Three important colonial burying grounds—Granary, King’s Chapel, and Copp’s Hill—are in Boston, but the most famous cemetery in the area is in Cambridge.
Mount Auburn Cemetery, the final resting place of many well-known Americans, is also famous simply for existing. Dedicated in 1831, it was the first of the country’s rural, or garden, cemeteries. The establishment of burying places removed from city centers reflected practical and philosophical concerns: Development was encroaching on urban graveyards, and the ideas associated with Transcendentalism and the Greek revival gave communing with nature precedence over organized religion. Since the day it opened, Mount Auburn has been a popular place to retreat and reflect.
Visitors to this National Historic Landmark find history and horticulture coexisting with celebrity. The graves of Henry Wadsworth Longfellow, Oliver Wendell Holmes, Julia Ward Howe, and Mary Baker Eddy are here, as are those of Charles Bulfinch, James Russell Lowell, Winslow Homer, the Transcendentalist leader Margaret Fuller, and the abolitionist Charles Sumner. In season, you’ll see gorgeous flowering trees and shrubs (the Massachusetts Horticultural Society had a hand in the design).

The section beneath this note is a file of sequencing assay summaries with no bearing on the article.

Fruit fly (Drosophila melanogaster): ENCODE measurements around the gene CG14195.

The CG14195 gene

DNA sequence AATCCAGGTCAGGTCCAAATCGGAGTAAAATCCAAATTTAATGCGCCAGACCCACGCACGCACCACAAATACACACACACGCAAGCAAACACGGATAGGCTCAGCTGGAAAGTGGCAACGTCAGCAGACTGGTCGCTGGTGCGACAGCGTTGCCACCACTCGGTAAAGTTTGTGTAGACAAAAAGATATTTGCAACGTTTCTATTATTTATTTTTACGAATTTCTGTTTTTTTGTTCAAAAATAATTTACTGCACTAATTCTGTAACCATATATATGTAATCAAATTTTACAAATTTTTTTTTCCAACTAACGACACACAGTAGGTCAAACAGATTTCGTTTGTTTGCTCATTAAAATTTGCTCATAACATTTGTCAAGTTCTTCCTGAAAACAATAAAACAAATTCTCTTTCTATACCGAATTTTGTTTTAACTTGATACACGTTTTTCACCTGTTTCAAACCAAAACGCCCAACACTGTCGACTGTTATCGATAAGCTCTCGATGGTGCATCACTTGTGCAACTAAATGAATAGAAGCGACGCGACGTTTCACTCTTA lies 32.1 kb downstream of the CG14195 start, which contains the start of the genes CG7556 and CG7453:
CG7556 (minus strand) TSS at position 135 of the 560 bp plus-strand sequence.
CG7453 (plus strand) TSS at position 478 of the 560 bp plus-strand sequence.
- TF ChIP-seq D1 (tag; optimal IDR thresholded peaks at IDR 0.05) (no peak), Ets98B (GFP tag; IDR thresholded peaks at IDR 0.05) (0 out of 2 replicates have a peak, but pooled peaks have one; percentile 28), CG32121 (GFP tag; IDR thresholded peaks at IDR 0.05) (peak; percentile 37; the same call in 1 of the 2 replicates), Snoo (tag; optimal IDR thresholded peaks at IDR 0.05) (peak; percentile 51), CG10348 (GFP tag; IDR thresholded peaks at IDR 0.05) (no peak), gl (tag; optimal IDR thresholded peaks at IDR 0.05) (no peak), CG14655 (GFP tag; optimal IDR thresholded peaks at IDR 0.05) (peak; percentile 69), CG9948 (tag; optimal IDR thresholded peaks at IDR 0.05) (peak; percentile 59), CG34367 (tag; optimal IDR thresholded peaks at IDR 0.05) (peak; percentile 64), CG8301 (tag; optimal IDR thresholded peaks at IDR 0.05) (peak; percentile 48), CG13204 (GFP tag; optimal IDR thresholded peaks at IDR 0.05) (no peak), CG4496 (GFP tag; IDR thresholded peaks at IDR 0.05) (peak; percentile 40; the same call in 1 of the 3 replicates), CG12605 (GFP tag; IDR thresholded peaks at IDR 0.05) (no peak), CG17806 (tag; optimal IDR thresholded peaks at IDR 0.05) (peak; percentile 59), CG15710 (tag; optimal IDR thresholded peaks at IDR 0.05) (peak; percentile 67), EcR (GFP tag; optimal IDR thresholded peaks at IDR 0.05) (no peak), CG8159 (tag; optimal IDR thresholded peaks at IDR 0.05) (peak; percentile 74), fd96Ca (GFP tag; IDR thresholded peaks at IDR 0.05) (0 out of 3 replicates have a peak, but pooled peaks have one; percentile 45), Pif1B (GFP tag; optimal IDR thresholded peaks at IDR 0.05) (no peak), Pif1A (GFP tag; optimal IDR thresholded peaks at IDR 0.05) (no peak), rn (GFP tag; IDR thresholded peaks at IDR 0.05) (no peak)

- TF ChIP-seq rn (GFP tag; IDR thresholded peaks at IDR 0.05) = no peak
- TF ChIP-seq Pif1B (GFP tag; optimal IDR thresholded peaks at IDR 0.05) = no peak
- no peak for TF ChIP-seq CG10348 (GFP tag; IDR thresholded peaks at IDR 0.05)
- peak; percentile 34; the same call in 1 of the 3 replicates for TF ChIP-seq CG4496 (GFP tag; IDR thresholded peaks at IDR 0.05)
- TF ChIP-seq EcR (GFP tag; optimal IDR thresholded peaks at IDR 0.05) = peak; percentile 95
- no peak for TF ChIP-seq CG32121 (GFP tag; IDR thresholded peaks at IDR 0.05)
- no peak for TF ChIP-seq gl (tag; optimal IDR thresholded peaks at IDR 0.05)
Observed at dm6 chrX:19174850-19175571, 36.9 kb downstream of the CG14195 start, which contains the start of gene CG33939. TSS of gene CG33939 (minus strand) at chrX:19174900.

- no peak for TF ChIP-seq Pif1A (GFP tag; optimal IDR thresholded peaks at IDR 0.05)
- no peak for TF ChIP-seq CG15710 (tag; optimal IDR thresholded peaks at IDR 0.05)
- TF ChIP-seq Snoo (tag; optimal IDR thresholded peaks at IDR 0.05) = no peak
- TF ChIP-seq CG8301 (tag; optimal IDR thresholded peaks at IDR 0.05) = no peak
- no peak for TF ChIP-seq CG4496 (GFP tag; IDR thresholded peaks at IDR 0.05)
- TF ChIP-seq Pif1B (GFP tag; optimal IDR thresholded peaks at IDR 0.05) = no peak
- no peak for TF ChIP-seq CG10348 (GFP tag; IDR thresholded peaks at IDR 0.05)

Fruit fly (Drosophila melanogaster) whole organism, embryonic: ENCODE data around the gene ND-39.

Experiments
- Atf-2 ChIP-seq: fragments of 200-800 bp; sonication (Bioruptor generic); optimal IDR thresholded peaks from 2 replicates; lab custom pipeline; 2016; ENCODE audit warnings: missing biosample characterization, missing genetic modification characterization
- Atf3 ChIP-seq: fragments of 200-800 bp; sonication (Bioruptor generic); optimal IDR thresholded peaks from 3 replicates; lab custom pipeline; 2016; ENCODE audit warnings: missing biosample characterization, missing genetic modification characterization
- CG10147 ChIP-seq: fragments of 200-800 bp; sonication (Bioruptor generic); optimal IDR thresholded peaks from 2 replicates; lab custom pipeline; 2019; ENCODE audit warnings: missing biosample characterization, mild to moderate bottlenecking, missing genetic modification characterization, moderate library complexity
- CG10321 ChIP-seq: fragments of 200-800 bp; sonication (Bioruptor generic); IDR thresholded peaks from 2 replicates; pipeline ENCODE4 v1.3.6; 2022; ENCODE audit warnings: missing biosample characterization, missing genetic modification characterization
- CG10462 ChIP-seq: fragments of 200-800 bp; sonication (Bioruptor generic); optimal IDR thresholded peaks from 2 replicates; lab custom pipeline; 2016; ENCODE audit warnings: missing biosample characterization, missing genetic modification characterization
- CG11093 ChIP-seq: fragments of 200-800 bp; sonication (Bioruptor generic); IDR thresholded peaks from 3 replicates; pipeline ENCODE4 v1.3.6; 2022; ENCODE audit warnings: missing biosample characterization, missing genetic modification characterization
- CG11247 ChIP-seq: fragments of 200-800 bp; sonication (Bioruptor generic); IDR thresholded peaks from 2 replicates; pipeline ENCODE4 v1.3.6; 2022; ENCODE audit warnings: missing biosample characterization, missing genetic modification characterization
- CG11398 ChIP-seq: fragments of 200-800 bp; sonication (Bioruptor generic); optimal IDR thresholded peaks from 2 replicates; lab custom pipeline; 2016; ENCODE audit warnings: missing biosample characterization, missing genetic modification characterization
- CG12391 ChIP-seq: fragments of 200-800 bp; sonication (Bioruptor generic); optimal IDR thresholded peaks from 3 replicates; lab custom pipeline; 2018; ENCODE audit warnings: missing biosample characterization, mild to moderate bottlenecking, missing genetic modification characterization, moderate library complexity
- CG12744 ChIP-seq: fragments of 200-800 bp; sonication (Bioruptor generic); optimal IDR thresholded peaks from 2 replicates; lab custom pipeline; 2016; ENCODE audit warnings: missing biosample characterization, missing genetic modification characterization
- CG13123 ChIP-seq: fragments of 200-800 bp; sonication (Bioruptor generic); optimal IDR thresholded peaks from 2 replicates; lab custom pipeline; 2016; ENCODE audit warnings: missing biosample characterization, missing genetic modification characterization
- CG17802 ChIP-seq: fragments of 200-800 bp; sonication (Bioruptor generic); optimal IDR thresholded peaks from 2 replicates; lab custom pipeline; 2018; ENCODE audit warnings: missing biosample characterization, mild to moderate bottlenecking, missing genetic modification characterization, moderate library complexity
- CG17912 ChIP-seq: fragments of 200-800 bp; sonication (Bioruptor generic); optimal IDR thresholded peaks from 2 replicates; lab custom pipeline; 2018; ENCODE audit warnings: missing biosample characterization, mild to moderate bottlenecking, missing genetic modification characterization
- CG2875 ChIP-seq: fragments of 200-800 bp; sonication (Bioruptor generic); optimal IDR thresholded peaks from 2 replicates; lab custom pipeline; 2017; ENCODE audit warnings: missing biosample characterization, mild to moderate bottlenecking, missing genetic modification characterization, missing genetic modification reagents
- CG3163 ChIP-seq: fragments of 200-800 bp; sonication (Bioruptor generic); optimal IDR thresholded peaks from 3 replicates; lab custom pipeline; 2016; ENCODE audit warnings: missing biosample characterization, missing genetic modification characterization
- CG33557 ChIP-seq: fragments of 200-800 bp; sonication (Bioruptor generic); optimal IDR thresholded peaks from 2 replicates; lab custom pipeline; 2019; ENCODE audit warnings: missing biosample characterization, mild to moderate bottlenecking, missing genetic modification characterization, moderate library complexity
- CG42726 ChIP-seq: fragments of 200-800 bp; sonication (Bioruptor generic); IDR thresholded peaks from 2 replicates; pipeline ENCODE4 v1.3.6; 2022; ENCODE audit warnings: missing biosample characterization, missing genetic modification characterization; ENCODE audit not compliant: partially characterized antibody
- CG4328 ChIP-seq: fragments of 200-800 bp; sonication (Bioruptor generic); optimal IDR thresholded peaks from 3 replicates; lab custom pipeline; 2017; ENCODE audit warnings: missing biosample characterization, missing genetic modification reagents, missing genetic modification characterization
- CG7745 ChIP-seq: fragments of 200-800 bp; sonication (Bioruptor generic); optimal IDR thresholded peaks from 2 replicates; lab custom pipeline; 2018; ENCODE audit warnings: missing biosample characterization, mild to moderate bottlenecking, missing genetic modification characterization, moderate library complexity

Stop at the visitor center in Story Chapel (daily 9am–4pm Apr–Oct; closed Sun Nov–Mar and year-round during burials) for an overview and a look at the changing exhibits, or ask at the office or front gate for brochures and a map. Visit http://mountauburn.toursphere.com/en/ to select a free self-guided tour. Note that animals and recreational activities such as jogging, biking, and picnicking are not allowed.
The Friends of Mount Auburn Cemetery conducts workshops and lectures and coordinates walking tours; call the main number for topics, schedules, and fees.